A First Timer’s Guide To Visiting China & Hong Kong

At first glance, China can seem like a daunting destination for the first-time visitor - but it's easier to get around than you might think. Our China travel advice covers everything from visa requirements to whether you'll really have to eat noodles for breakfast...

The best time to visit China

For mild temperatures and minimal rainfall, plan your China trip for spring (March to May) or autumn (September to November) - though sites can get crowded at Easter.

The summer monsoon rains fall between June to August, particularly in the south-east of the country, and flooding can severely disrupt travel plans. The temperatures are also at their highest in the summer, reaching 35°C most days.

In winter (December to February), days can be very cold and snowfall is common - this is the best time for snow sports, and the famous Harbin ice and Snow Festival.

Do I need a visa to visit China?

British passport holders need a visa to enter mainland China, which can be obtained through the Chinese Embassy or a specialist visa service. Prices vary. If you are travelling on our fabulous exclusive Great Tour of Chinatrip, the cost of your visa application is included in the price of the holiday, and we'll even handle the paperwork for you.

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What is Chinese currency - and how much should I bring?

China's currency is the Renminbi, which is divided into the units yuan, jiao and fen (1 yuan (¥) = 10 jiao = 100 fen).

Counterfeit money is a problem in China, so many shop owners and banks will not accept dirty or torn banknotes. Only exchange money at reputable outlets - in banks or outlets at high-end hotels - and always count your money and check its condition before you leave.

Outside major towns and cities, ATMs may run out of money and credit/debit cards may not be accepted - so always travel with adequate cash.

Experience the majesty of China for yourself on ourGreat Tour of Chinatrip - including the Great Wall, Shanghai, Beijing, Hong Kong and more...

How to avoid the crowds in China

The increasing prosperity of Chinese workers has enabled them to travel more - both overseas and in their own country. As such, China's main tourist attractions become incredibly crowded on public holidays: Chinese New Year (late January or early February); May Holiday (first week of May); and National Day (first week of October). Be prepared to queue.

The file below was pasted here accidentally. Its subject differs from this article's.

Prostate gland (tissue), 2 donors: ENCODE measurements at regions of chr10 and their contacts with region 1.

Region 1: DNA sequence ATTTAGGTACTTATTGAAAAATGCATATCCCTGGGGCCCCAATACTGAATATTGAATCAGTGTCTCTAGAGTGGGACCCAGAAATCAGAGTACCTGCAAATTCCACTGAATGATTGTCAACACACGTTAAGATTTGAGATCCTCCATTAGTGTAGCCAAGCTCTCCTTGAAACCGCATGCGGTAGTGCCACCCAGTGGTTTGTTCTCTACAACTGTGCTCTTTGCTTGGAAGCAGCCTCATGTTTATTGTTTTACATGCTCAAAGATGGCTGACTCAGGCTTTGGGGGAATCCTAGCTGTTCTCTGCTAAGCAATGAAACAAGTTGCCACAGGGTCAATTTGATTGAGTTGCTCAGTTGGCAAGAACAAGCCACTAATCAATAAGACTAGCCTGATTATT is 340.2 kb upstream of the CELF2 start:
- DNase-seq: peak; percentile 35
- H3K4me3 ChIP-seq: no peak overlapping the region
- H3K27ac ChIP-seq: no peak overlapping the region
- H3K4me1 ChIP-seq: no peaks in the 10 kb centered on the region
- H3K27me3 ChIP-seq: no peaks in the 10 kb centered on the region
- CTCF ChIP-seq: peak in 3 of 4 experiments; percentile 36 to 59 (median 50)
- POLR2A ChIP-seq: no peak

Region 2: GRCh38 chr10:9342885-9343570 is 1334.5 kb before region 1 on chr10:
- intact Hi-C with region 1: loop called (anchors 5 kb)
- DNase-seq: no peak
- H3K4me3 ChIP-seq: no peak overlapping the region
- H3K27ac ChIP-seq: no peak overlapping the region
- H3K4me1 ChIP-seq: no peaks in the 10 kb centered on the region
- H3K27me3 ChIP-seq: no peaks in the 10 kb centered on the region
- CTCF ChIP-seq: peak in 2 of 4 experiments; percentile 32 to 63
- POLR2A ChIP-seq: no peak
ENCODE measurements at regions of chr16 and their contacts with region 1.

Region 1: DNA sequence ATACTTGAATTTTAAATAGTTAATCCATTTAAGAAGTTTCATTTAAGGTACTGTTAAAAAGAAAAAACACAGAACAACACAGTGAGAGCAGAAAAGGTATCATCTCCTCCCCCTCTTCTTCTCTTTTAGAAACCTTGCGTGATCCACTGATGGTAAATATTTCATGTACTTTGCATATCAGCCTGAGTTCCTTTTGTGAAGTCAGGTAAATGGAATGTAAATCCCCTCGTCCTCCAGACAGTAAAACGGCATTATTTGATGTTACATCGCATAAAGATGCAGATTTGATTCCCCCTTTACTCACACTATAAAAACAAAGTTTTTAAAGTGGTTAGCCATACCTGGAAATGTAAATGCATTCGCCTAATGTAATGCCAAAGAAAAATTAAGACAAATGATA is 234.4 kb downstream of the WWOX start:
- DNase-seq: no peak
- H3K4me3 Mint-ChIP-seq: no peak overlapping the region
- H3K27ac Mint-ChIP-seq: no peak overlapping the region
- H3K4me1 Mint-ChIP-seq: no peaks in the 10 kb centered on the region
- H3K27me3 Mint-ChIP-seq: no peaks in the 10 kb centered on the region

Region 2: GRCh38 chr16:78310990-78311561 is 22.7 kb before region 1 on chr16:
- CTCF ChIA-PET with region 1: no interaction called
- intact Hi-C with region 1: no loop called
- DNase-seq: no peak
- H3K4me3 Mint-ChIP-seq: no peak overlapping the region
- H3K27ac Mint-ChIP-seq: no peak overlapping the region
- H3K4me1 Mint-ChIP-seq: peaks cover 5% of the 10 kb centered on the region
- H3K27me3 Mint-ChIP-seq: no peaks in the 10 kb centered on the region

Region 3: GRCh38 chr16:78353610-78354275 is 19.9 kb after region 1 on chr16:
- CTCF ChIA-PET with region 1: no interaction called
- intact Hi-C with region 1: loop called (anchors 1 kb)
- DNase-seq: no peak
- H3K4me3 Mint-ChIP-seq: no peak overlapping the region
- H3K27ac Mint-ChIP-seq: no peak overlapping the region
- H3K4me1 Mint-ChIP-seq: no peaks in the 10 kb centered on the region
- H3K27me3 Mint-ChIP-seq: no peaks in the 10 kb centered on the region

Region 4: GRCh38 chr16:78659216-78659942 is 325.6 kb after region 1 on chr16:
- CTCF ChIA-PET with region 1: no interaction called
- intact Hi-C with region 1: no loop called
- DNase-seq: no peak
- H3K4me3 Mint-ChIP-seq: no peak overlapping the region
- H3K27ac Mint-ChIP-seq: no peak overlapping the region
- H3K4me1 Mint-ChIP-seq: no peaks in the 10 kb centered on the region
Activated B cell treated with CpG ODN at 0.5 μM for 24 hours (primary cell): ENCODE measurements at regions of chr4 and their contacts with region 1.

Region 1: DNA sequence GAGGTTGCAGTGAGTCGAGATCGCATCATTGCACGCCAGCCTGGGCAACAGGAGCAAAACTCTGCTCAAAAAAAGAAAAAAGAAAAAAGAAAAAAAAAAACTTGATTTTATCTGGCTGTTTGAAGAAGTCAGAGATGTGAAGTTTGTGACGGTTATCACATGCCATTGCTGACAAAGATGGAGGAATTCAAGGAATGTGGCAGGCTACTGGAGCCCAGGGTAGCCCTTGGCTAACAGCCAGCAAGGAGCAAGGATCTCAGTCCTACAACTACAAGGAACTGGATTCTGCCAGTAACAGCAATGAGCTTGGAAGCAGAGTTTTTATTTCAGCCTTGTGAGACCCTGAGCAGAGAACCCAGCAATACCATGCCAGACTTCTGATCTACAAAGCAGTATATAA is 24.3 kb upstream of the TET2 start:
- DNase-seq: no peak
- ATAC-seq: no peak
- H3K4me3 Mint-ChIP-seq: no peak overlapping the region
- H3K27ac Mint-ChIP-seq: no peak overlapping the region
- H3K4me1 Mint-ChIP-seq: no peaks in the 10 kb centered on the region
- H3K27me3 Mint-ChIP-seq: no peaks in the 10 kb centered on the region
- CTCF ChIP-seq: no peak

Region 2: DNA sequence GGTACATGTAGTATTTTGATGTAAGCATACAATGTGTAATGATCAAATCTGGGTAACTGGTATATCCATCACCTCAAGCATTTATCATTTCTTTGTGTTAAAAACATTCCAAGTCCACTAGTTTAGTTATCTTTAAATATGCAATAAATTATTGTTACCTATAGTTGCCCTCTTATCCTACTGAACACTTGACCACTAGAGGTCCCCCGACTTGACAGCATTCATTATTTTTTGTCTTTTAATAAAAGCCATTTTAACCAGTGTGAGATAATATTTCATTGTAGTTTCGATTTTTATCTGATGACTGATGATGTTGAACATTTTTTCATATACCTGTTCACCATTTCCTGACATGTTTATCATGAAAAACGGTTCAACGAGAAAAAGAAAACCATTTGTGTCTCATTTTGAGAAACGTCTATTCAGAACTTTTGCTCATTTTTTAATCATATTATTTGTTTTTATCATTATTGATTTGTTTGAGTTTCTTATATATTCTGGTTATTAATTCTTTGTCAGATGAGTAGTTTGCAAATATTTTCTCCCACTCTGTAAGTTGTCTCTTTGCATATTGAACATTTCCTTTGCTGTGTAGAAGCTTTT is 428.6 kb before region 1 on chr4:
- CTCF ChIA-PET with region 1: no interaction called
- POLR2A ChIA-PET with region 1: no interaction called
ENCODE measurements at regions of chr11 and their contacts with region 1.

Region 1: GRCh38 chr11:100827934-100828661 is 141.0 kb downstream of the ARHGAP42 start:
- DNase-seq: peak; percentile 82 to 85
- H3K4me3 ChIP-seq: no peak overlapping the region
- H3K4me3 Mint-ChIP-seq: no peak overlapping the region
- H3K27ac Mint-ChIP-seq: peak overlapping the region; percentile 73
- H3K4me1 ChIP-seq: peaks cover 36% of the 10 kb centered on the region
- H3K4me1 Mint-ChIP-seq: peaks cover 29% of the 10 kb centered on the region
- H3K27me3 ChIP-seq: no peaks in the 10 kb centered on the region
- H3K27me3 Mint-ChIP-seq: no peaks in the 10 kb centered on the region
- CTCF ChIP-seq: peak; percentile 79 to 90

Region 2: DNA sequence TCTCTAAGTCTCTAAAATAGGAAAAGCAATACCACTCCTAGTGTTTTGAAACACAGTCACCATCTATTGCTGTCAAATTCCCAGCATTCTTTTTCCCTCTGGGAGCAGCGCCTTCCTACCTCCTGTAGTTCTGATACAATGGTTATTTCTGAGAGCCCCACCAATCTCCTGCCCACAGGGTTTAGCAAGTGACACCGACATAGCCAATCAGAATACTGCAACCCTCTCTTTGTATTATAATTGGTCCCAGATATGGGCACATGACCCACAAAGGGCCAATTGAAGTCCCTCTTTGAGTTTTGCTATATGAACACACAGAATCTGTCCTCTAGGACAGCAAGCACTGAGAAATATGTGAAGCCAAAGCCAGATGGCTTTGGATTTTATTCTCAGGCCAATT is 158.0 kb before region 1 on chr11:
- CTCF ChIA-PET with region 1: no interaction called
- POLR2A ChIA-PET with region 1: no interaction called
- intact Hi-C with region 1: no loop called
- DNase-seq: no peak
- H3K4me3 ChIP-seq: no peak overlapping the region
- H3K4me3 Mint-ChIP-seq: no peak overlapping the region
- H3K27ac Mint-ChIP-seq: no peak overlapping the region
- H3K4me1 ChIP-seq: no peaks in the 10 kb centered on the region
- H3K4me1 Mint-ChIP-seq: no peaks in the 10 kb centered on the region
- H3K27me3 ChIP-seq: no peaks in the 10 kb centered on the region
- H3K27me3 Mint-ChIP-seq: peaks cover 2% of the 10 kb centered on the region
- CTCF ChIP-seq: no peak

What's the time difference in China?

During the winter months, China is eight hours ahead of the UK thanks to Daylight Saving Time. In summer, it's 7 hours ahead of the UK.

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Do I need vaccinations to visit China?

If you are travelling from a country with a risk of Yellow Fever, you must carry proof of a Yellow Fever vaccination.

All travellers to China should be up-to-date with routine vaccinations and boosters as recommended by the NHS (MMR and Men ACWY, for example). Check with your GP for the most recent health-related China travel advice.

Should I tip in China?

Tipping is appreciated, but not considered compulsory. In high-quality hotels tipping is expected in exchange for good service, and service charges of 5-15% may be added to restaurant bills. Tour guides and private drivers may expect a 10% tip. In taxis or smaller restaurants, tipping is not commonplace.

Will I have to eat noodles for breakfast?

Not if you don't want to! Most small hotels will serve typical Chinese breakfasts (savoury dishes with rice or noodles), but high-end Western-style hotels will usually put on a Continental-style spread to suit international palettes. On ourGreat Tour of China, there is always a Western breakfast option - but you can go local if you prefer...

What are Chinese bathrooms like?

Public toilets in China are very basic. Most facilities are Asian-style ‘squat' affairs, with no loo paper - so you might want to carry some with you when you're sightseeing. You'll only usually find Western-style toilets in the en suite bathrooms of good-quality hotels.

Is it safe to drink Chinese tap water?

No - and you should also avoid having unfiltered ice in your drinks. Safe bottled water is available everywhere, though you should always ensure that the seal is unbroken.

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What are Chinese hotel rooms like?

In high-end hotels (like the ones on ourGreat Tour of China), you'll find Western-style bathrooms, televisions and air conditioning. It's not typical for hotel rooms to have minibars, tea/coffee making facilities or ironing boards, but most do offer laundry services. When checking in, you'll always need to provide your passport for the reception to register your details.

Do I need a plug adaptor?

Yes - most plugs in China are two-pin (US-style), or three-pin (Australian-style). The electricity supply is 220 volts, which is compatible with any 240 volt appliances you may have.

Will I have to haggle?

Haggling is common in markets and local shops, and if done correctly (politely, with good humour) it is a great way to experience local life and bag a few bargains. If you prefer not to haggle, there are some souvenir shops where prices are set.

What should I wear?

If the weather is hot, make sure you carry an extra layer or two with you as air conditioned areas can be cold. When visiting sacred areas or temples or mosques, you should cover your knees and shoulders whatever the weather. Ladies, bring a headscarf too, as you might need to cover your hair if you visit any religious landmarks. Your guide will always advise on any particular clothing requirements.


All images from Alamy